Workplace wellness

Workplace wellness is any workplace health promotion activity or organizational policy designed to support healthy behavior in the workplace and to improve health outcomes. Known as 'corporate wellbeing' outside the US, workplace wellness often comprises activities such as health education, medical screenings, weight management programs, on-site fitness programs or facilities. These programs can be classified as primary, secondary, or tertiary health programs, depending on the goal of the specific program. Primary prevention programs usually target a fairly healthy employee population, and encourage them to more frequently engage in health behaviors that will encourage ongoing good health. Example of primary prevention programs include stress management, and exercise and healthy eating promotion. Secondary prevention programs are targeted at reducing behavior that is considered a risk factor for poor health. Examples of such programs include smoking cessation programs and screenings for high blood pressure or other disease related risk factors. Tertiary health programs address existing health problems, and aim to help control or reduce symptoms, or to help slow the progression of a disease or condition. Such programs might encourage employees to better adhere to specific medication or self-managed care guidelines. Workplace wellness programs can be categorized as primary, secondary, or tertiary prevention efforts, or an employer can implement programs that have elements of multiple types of prevention.[1]

The lifestyles of people in the workforce are important both for the sake of their own health and for the sake of their employer's productivity. Companies often subsidize these programs in the hope that they will save companies money in the long run by improving health, morale and productivity, although there is some controversy about evidence for the levels of return on investment.[2]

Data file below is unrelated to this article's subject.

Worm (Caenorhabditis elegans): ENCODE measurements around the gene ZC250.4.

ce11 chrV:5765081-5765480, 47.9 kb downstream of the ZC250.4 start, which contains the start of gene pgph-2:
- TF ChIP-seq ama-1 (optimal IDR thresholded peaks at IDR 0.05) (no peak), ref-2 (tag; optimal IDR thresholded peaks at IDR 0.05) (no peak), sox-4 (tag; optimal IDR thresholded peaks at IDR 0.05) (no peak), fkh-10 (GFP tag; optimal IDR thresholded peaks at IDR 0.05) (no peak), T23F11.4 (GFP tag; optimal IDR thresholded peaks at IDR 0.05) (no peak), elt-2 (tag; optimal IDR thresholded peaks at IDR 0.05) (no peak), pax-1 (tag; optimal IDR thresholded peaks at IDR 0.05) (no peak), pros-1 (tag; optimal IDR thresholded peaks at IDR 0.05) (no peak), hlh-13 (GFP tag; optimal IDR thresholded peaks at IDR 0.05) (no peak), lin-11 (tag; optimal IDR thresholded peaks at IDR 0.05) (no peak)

Other examples of workplace wellness organizational policies include allowing flex-time for exercise, providing on-site kitchen and eating areas, offering healthy food options in vending machines, holding “walk and talk” meetings, and offering financial and other incentives for participation.[3] In recent years, workplace wellness has been expanded from single health promotion interventions to create a more overall healthy environment including, for example standards of building and interior design to promote physical activity.

In 2013, the Kaiser Family Foundation estimated that approximately 77% of U.S. firms offered employee wellness programs (99% of large firms, and 76% of small firms. The survey also found that only 10% of firms offered incentives to participate, and that large firms were much more likely to do so (36% versus 8% of small firms).[4] Federal regulations govern the use of financial and non-monetary incentives to participate in these programs, in order to protect employees from potential discrimination. These include three laws that directly affect wellness initiatives:


As health care costs rise in the U.S., emmployers are also seeing increased spending associated with health care for employees. Costs can be incurred by paying for care, and in lost productivity due to employee illness or absence. Reducing costs associated with preventable illness is in the financial interests of both employers and employees, and researchers cite two specific reasons, in addition to financial incentives, for why workplace intervention might be an effective and efficient delivery location for wellness programs to improve health outcomes. The workplace is a setting where many U.S. adults spend the bulk of their time, and the workplace offers a "common purpose and culture" that may increase the odds of participation in, and successful completion of, a wellness program.[1]

Obesity has been linked to numerous chronic diseases including cardiovascular disease, dyslipidemia, osteoarthritis and some cancers.[6]